The biggest advantage to using Perl was probably the speed of development, even if my inexperience with Perl worked against me. Honestly, I found it much easier to debug and troubleshoot as well, and having such an incredible regular expression engine was valuable.

    This application was not a terrifically difficult "real-time" application, though. Had I needed deterministic latencies and preemptive multitasking, I probably would have had to write it in C. I also would not have used OpenBSD -- I'd probably have built a LinuxPLC box instead, and possible even RTLinux or one of the similar projects instead. I'm glad I didn't need to. I like OpenBSD, and I like Perl.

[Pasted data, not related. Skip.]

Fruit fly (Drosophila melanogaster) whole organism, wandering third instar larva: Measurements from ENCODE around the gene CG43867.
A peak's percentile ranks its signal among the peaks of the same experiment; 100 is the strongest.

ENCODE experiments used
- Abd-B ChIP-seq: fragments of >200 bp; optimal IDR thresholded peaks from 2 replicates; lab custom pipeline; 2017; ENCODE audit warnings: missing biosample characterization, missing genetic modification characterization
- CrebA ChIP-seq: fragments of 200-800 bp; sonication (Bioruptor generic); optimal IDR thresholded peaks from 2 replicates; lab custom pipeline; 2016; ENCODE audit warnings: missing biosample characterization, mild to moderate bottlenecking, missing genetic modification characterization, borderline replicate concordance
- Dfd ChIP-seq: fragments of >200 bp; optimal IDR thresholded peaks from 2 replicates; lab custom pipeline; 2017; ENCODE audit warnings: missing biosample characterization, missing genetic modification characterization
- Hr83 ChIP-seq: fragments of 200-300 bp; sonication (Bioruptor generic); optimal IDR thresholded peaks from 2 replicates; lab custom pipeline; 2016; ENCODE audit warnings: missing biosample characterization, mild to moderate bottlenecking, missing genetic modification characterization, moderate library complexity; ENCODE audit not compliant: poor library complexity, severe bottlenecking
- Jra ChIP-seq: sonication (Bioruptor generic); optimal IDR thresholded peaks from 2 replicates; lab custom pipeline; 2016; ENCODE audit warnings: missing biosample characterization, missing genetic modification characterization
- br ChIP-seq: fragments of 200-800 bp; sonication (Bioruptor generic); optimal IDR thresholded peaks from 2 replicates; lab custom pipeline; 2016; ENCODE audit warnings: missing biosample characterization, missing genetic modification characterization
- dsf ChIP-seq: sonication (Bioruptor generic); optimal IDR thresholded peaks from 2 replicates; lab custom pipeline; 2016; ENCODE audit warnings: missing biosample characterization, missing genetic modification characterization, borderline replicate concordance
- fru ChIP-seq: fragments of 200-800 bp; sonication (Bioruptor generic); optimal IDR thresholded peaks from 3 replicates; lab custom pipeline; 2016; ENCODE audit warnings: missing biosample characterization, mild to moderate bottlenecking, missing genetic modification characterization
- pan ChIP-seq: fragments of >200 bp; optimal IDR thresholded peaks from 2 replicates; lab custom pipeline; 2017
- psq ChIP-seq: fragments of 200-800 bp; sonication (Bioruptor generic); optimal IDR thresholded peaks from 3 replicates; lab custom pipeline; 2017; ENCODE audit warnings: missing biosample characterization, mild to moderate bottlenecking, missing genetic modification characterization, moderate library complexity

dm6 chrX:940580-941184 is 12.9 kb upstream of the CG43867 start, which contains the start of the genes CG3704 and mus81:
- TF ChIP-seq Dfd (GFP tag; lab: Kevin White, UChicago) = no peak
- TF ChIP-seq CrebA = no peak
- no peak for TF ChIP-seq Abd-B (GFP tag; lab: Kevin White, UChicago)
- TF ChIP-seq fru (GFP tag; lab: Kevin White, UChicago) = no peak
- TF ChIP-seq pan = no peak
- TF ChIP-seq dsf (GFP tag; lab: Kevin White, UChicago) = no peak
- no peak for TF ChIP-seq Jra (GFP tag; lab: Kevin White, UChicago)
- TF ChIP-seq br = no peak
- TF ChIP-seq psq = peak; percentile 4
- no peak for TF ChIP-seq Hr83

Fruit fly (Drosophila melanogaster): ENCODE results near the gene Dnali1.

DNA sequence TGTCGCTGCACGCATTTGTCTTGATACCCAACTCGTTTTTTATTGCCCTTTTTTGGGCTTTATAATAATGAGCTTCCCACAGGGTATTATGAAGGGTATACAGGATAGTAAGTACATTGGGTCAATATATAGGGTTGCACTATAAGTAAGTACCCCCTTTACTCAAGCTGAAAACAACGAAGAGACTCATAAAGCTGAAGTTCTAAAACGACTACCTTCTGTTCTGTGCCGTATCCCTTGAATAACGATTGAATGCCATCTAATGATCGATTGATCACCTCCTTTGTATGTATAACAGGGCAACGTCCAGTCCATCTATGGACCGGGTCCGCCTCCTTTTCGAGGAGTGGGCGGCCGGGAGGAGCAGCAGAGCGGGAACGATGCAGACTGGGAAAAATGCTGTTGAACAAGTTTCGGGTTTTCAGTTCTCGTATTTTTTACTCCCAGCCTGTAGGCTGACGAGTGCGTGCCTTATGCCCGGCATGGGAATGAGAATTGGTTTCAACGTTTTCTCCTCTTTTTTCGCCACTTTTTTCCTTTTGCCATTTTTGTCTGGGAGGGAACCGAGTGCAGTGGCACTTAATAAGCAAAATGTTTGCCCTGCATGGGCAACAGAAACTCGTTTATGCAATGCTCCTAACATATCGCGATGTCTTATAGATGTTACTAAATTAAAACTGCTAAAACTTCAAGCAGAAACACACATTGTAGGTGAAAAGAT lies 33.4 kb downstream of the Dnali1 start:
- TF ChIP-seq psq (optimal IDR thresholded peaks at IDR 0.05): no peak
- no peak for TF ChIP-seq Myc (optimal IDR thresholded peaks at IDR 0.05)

A note on why this source got closed, despite my best arguments. My customer has built machines that went to Taiwan. His company (before he started the company I was working with on this project) took 6 months to build and program one of their machines, and he went to start it up. One month later the customer had trouble with the machine, and he was back for a service call. In that short month, he discovered, they had built a fully-functional duplicate of the machine, and programmed it - without documentation beyond the basics. Given that experience, he's a little shy about releasing the code for a project that is transparently understandable from watching the operation. Only the complexity of the code would prevent a knock-off. (Preventing a potential competitor from reading the code is a delay, not a preventative measure.)